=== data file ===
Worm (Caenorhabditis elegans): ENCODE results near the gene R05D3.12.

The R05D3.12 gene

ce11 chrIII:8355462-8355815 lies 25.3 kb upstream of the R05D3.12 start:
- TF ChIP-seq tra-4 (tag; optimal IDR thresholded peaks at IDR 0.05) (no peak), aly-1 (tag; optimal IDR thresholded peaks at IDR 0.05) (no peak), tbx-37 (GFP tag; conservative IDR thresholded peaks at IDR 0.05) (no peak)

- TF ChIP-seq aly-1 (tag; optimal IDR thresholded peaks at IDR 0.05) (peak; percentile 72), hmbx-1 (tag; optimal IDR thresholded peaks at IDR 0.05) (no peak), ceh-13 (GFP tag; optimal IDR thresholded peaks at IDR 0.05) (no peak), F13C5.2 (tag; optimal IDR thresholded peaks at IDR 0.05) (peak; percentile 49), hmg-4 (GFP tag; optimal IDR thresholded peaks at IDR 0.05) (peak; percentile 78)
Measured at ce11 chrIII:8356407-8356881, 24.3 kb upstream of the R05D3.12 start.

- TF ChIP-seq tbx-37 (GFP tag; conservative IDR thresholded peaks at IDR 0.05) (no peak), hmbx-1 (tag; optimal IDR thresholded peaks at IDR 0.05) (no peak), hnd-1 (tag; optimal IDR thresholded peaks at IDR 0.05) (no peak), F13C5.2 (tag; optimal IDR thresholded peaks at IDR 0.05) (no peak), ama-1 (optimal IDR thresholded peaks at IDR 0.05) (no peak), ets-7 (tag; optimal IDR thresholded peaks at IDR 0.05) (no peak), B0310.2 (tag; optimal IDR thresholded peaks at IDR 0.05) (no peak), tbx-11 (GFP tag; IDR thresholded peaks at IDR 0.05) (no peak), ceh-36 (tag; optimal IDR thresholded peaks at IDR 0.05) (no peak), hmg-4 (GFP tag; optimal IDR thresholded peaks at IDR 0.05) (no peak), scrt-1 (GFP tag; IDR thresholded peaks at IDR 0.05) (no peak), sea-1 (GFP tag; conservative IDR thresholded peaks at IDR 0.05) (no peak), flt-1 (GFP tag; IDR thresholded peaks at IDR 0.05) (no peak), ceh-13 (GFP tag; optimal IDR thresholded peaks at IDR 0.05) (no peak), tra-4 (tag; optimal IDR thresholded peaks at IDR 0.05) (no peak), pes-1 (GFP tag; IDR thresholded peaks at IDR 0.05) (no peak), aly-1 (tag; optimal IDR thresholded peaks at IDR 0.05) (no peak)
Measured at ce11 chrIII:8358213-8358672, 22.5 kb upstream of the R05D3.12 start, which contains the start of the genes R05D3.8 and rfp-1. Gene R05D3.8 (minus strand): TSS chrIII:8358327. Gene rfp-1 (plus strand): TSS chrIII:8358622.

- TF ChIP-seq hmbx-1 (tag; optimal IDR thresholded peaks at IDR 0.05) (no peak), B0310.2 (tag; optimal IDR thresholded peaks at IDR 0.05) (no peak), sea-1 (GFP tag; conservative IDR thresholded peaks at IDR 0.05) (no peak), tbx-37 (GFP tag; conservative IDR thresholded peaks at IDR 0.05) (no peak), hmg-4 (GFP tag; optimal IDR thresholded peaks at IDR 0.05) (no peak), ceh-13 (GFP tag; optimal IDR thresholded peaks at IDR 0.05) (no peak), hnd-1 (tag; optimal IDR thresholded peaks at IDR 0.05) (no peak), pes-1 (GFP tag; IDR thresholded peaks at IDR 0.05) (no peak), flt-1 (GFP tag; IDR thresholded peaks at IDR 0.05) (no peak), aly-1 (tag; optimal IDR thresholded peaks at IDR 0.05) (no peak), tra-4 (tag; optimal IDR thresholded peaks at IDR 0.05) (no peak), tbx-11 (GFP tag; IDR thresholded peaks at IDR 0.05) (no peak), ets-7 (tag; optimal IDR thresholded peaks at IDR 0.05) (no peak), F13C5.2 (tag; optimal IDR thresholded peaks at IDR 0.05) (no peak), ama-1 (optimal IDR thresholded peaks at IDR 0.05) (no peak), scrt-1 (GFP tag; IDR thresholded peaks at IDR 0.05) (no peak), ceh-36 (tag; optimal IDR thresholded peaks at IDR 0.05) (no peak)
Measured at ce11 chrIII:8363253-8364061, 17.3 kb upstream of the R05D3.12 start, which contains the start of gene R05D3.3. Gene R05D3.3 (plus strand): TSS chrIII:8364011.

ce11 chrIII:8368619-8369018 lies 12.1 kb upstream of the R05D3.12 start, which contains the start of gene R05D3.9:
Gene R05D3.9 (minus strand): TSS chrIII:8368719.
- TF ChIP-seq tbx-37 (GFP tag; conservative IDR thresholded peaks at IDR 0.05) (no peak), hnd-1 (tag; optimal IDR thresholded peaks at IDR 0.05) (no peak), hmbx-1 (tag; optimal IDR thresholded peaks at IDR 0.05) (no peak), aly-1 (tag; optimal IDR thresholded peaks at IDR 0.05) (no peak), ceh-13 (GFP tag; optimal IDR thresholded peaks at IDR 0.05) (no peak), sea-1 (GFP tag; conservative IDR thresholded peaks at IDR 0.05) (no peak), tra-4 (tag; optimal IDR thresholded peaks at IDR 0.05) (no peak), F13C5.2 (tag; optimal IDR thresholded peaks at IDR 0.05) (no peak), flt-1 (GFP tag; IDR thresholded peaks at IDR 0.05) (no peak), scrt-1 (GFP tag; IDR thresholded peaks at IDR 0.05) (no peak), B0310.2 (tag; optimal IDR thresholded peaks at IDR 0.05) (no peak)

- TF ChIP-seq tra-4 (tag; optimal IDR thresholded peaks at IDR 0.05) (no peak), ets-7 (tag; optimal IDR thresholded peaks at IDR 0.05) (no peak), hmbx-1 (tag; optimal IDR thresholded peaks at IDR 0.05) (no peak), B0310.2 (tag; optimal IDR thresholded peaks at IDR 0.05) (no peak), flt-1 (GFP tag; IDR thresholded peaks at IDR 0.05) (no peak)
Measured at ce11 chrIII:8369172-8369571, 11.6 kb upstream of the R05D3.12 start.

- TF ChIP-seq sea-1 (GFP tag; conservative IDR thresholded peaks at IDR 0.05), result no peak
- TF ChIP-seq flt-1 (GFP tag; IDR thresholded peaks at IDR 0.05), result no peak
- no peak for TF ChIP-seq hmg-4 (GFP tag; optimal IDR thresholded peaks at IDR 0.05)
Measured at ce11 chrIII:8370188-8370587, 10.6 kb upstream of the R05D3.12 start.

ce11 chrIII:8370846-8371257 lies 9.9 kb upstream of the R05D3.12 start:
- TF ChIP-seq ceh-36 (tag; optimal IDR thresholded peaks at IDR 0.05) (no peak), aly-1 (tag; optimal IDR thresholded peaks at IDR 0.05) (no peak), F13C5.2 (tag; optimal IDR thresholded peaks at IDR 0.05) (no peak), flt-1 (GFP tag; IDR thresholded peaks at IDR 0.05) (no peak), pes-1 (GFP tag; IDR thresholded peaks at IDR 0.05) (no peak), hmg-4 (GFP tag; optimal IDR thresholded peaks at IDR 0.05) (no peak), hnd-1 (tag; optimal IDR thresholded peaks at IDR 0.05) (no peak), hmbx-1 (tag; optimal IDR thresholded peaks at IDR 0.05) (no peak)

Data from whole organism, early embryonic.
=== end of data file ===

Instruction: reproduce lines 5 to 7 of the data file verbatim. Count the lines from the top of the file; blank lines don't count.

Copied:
- TF ChIP-seq aly-1 (tag; optimal IDR thresholded peaks at IDR 0.05) (peak; percentile 72), hmbx-1 (tag; optimal IDR thresholded peaks at IDR 0.05) (no peak), ceh-13 (GFP tag; optimal IDR thresholded peaks at IDR 0.05) (no peak), F13C5.2 (tag; optimal IDR thresholded peaks at IDR 0.05) (peak; percentile 49), hmg-4 (GFP tag; optimal IDR thresholded peaks at IDR 0.05) (peak; percentile 78)
Measured at ce11 chrIII:8356407-8356881, 24.3 kb upstream of the R05D3.12 start.

- TF ChIP-seq tbx-37 (GFP tag; conservative IDR thresholded peaks at IDR 0.05) (no peak), hmbx-1 (tag; optimal IDR thresholded peaks at IDR 0.05) (no peak), hnd-1 (tag; optimal IDR thresholded peaks at IDR 0.05) (no peak), F13C5.2 (tag; optimal IDR thresholded peaks at IDR 0.05) (no peak), ama-1 (optimal IDR thresholded peaks at IDR 0.05) (no peak), ets-7 (tag; optimal IDR thresholded peaks at IDR 0.05) (no peak), B0310.2 (tag; optimal IDR thresholded peaks at IDR 0.05) (no peak), tbx-11 (GFP tag; IDR thresholded peaks at IDR 0.05) (no peak), ceh-36 (tag; optimal IDR thresholded peaks at IDR 0.05) (no peak), hmg-4 (GFP tag; optimal IDR thresholded peaks at IDR 0.05) (no peak), scrt-1 (GFP tag; IDR thresholded peaks at IDR 0.05) (no peak), sea-1 (GFP tag; conservative IDR thresholded peaks at IDR 0.05) (no peak), flt-1 (GFP tag; IDR thresholded peaks at IDR 0.05) (no peak), ceh-13 (GFP tag; optimal IDR thresholded peaks at IDR 0.05) (no peak), tra-4 (tag; optimal IDR thresholded peaks at IDR 0.05) (no peak), pes-1 (GFP tag; IDR thresholded peaks at IDR 0.05) (no peak), aly-1 (tag; optimal IDR thresholded peaks at IDR 0.05) (no peak)